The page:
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Eugene Weekly : Music : 12.27.07




And The Devil Makes Six

The dust from the boxes of their freshly-pressed Sprout City-recorded debut disc has yet to settle (in fact, as I write this those boxes aren't even ready yet), but bluegrass collective The Bad Mitten Orchestre insists on rushing things a bit. Well, it's not insistence as much as adaptation and sheer happenstance, as the group was born — literally — on the streets of Eugene last spring. Bad Mitten is so young, in fact, the members can still get away with blog posts that proclaim, "Feelin' more and more like a real band every day!"

The story goes: Accordionist/lead vocalist Naima Muntal met guitarist Heather Neilson on a downtown street corner and, piecemeal-like at parties and bars, absorbed talented musicians Sarah Luchord, Baylin Speidel, Ila Kriegh, Virginia Luff and Morgan Hager into their creative sponge. While Neilson recently left the group to travel the globe, the remaining members more than flesh out the rich, jangly sound heard on their debut, Garden of Eve.

Banjos, accordion, violin, upright bass, ukulele, cello, crosscut saw: These ladies have a range of instruments to attack pretty much any ditty from every angle. Luchord's kazoo warms up "Sugar and Spice"; Speidel's saw adds bittersweet melancholy to "Johnny" and "Sleep"; Muntal's gentle banjo complements her singsongy rhymes on "Blue Skies," a send-up to the naivete of those clouds "floating in that space behind your eyes." Garden of Eve is an accomplished debut; hopefully these girls have the grit to stick with it.

For acoustic rock trio The Devil Makes Three, sticking with it isn't much a problem; they've taken their act up and down the West Coast so many times, theirs could be called a "road show." They don't have a new album out, just their self-titled debut remastered and repackaged by Milan Records, with four live and demo songs added for good measure. But, as with most acoustic acts, these songs are best heard live. The Devil Makes Three and The Bad Mitten Orchestre play at 9 pm Wednesday, Jan. 2, at the WOW Hall. $10 adv., $12 door. — Chuck Adams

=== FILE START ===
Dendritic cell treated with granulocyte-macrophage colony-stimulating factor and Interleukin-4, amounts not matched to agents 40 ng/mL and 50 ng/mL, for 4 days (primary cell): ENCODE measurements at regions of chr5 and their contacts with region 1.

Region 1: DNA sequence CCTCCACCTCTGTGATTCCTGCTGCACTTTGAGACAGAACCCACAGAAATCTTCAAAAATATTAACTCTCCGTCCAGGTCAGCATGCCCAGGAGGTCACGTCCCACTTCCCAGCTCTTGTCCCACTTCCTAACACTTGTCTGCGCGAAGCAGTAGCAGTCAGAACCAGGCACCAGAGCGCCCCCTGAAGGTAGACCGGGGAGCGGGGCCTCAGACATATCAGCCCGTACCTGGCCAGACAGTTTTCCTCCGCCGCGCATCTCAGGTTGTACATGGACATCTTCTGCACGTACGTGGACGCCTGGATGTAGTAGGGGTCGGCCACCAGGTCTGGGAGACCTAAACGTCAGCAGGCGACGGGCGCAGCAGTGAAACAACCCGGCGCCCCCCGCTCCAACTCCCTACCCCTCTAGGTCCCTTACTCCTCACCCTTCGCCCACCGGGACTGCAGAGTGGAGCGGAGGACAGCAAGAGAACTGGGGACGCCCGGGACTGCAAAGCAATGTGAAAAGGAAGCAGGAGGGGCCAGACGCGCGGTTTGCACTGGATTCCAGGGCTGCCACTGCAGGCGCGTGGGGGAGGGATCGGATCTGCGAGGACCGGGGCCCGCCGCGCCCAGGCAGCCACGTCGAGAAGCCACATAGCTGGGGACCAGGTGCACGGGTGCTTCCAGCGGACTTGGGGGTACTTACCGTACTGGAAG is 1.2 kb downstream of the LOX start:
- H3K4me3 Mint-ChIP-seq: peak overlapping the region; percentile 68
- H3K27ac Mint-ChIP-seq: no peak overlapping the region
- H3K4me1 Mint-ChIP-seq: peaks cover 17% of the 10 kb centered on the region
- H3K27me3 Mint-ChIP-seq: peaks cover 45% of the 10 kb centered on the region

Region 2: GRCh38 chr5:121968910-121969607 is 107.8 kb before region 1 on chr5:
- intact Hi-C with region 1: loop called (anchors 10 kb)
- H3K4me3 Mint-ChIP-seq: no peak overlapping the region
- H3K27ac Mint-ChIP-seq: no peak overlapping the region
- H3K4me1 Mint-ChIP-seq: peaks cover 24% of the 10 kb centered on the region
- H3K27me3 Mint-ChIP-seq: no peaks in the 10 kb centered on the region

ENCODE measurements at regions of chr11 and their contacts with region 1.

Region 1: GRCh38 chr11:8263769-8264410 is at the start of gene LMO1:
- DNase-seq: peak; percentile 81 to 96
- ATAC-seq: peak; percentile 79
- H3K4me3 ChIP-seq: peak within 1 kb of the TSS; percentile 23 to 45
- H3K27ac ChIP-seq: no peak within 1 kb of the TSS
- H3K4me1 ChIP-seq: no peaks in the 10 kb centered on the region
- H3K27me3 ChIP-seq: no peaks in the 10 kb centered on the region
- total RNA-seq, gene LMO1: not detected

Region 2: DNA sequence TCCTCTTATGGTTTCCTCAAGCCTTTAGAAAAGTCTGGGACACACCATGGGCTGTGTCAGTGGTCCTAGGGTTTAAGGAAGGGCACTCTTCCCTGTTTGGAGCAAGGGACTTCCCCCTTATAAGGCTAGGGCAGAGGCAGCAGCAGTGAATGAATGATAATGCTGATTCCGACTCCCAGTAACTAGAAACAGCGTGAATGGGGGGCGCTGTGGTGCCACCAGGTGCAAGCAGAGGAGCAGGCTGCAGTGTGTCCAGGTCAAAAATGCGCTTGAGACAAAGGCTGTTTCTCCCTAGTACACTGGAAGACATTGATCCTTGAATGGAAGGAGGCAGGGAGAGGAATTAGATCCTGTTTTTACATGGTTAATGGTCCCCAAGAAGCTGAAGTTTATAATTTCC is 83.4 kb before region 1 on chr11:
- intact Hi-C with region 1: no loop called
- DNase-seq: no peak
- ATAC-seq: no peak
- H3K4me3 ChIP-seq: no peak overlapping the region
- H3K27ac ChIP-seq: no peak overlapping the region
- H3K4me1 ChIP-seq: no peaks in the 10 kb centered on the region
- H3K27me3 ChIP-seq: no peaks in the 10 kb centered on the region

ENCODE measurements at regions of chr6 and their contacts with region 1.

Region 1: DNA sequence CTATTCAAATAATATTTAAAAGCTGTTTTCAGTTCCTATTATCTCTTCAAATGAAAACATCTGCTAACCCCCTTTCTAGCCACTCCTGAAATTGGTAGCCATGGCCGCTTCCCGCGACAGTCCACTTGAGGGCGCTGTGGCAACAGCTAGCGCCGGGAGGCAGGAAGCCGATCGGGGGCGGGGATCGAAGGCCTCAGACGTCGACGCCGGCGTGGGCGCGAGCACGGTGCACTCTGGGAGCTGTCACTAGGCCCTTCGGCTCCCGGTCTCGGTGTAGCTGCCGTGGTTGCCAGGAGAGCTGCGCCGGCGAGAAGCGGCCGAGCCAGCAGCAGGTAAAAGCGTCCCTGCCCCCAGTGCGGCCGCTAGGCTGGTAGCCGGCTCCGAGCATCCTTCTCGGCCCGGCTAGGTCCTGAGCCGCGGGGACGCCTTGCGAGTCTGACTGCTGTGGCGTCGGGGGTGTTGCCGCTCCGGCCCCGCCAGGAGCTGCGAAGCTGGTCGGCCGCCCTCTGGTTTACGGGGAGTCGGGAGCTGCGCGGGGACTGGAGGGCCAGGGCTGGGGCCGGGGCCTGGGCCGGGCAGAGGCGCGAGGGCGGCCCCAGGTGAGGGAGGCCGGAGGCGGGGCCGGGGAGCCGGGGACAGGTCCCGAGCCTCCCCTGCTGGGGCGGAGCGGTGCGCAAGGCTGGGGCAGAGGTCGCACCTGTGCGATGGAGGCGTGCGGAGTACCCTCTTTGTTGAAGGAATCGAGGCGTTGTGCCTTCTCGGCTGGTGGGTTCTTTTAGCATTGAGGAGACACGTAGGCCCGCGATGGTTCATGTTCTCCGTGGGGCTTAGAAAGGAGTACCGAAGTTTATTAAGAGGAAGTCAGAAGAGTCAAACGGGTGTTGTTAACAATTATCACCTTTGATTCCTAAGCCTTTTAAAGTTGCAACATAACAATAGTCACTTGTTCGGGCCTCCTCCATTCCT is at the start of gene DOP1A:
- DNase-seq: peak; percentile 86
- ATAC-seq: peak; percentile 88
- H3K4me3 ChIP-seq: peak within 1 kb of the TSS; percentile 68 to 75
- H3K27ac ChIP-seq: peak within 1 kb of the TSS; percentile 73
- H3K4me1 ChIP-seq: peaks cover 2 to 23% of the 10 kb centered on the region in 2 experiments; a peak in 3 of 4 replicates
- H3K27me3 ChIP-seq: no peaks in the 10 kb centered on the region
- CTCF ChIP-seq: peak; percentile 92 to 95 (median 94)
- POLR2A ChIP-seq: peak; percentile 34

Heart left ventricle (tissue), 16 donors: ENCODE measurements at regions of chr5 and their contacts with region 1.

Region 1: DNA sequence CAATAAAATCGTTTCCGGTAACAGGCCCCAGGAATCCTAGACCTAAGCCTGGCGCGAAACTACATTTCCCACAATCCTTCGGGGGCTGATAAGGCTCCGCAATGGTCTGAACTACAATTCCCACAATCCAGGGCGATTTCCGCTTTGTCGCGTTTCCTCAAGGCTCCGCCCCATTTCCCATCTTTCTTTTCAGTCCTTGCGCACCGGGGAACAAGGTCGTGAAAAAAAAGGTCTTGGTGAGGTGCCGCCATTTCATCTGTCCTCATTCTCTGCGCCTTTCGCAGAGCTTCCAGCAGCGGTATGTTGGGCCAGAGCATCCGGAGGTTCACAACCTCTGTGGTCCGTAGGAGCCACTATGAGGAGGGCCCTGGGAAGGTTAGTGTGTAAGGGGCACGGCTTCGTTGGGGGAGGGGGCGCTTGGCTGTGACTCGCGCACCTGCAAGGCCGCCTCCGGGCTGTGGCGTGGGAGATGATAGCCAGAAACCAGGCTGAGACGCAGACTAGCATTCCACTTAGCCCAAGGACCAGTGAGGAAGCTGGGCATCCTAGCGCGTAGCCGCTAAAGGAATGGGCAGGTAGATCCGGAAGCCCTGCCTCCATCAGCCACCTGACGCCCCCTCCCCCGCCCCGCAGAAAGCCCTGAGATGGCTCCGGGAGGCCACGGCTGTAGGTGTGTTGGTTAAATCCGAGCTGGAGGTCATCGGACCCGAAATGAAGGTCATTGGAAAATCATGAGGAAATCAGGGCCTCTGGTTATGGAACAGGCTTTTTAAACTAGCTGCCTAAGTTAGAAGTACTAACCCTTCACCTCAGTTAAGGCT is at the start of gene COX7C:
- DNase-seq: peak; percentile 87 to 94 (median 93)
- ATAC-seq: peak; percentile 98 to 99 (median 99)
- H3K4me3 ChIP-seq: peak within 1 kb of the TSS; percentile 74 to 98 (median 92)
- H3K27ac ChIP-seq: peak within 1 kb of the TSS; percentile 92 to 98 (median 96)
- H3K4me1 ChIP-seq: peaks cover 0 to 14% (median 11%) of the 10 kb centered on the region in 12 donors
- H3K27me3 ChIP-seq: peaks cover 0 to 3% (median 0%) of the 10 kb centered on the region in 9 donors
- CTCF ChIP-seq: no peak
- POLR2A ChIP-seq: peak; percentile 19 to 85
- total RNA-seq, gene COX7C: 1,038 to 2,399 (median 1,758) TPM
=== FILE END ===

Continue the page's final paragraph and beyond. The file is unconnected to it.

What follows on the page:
For more on the band, check out Adams' email interview with Muntal on blogs.eugeneweekly.com

That's a Rap

As this year comes to a close and the arrival of 2008 draws nearer, it's best that we look back on these 12 months and celebrate the departure of Old Man 2007. But forget his traditional robe and sash. This year he'll be rockin' some fresh white on white ones, an XLT, BAPE hoody and an MLB fitted cap as John Henry's kicks off the end of the year with their 2007 Rap It Up Party. As you might have guessed, hip hop will be in the building, and a roster of area talent will hit the stage in order to satiate your desire for heavy beats and deft lyrical epigrams. Included in this gaggle of artists is ENDR1 and James — a duo that developed in Eugene over the past six years and has performed with artists such as E-40, Mike Jones and the Digital Underground. Marv Ellis and DJ Billy will also be in attendance, playing music from Ellis' latest album, Underwater Not Underground. Northwest natives Mack Dub and Greenstate will provide their left coast brand of hip hop that mirrors the musical influences and sounds of artists such as Snoop Dogg, Dr. Dre, DJ Quik and others. Their tracks, which include "Smoke Wit Me," "In The Spot" and "Playa Like Me," combine Cali-inspired production with Northwest flow and content. Sharing the stage with Greenstate and Mack Dub is area rapper A Sol. Described on his MySpace page as the "illest vocalist and song writer," A Sol explores the darker politics that populate the hip hop industry as well as deeper introspective ruminations with a lightspeed delivery. Also, performances by Allure, Cor One and local breakdancing crew the Raw Action Dance Squad will take place with "special surprise guests" yet to be named. The 2007 Rap It Up Party starts at 9 pm Saturday, Dec. 29, at John Henry's. $5. 21+ show.

Zach Klassen